Security Measures You Should Adopt
    Discuss with your employees the critical need for security in email communications. Managers and owners should maintain a log of all employee passwords and require a change of passwords at regularly scheduled intervals.

    Check the security level of employee passwords. Microsoft has a free service where the relative strength or weakness of a password can be checked. The service can be accessed at:

    Always Do Right
    Mark Twain’s admonition to “Always do right—this will gratify some and astonish the rest” can become the mantra of the modern settlement company owner in an increasingly complex technological age and more complex regulatory scheme. If we embrace the ethical requirements of complying with privacy issues and security of data, our customers will recognize and be willing to pay for superior and secure service. Marketing your firm as “secure” with a mandate for secure and confidential handling of sensitive customer information, retention of records in a secure electronic form, and embracing technology to deliver settlement documents in secure electronic media will separate your firm from your competitors and provide a much needed calming influence on your customers.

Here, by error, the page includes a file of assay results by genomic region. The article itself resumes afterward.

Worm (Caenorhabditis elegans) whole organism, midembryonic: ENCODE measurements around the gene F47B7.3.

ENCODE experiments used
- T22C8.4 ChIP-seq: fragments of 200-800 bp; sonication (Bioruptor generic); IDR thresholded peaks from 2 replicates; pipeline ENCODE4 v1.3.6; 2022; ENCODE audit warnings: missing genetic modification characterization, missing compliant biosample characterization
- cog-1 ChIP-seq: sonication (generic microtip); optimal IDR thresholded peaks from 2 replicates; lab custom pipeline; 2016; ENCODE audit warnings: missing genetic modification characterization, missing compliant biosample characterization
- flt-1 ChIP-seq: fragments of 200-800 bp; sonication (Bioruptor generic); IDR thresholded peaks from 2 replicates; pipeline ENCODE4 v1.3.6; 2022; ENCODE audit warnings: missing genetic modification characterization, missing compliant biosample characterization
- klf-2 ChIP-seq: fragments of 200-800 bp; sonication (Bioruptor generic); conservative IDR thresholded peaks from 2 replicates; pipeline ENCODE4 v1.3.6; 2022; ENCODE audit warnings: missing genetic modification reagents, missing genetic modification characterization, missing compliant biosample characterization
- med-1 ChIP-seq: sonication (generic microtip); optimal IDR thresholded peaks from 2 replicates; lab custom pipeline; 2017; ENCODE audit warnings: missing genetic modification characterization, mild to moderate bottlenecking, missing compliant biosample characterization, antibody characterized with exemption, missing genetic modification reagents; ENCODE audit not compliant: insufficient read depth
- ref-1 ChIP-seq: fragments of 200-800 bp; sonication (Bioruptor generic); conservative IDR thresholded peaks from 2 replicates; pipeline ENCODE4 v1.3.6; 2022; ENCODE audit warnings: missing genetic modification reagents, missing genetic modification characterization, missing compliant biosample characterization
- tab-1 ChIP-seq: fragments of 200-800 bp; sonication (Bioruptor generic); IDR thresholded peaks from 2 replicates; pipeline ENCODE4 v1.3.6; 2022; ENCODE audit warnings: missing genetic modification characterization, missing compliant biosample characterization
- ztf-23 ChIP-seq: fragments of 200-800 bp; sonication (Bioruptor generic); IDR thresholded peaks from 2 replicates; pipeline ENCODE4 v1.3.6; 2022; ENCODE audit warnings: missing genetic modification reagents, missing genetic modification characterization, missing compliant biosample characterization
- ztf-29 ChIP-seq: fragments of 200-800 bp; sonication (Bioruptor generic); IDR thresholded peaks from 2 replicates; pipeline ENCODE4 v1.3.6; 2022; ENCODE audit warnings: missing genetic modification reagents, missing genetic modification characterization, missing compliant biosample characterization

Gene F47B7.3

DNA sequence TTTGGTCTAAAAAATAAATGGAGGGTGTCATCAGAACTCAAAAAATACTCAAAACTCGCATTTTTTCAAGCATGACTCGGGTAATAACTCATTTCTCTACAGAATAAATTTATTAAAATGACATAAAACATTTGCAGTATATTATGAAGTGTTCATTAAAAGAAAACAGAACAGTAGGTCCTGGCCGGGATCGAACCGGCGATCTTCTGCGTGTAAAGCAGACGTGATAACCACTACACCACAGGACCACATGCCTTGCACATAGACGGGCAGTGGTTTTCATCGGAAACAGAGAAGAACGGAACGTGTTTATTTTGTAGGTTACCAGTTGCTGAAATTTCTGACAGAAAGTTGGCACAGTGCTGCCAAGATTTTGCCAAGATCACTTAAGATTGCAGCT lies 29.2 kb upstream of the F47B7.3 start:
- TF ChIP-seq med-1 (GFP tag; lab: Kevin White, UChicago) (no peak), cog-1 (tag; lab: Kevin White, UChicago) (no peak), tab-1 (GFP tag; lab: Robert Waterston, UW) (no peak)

As the owner of your business, become the ethical sounding board for your customers and employees. Be able to say no and explain why a case cannot be accepted or handled in a way a customer requests, and suggest alternatives that might insulate your customers from liability.

    Be the example of ethical leadership, not the exception. A reputation among your peers as ethical takes a lifetime to build and only moments to lose.

    Mark S. Lynch, Esquire, is vice-president, senior Maryland state agency counsel for First American Title Insurance Company, Baltimore, MD. This article is an excerpt from his presentation during ALTA®’s 2006 Annual Convention in San Francisco. Mark can be reached at or 800-445-6024.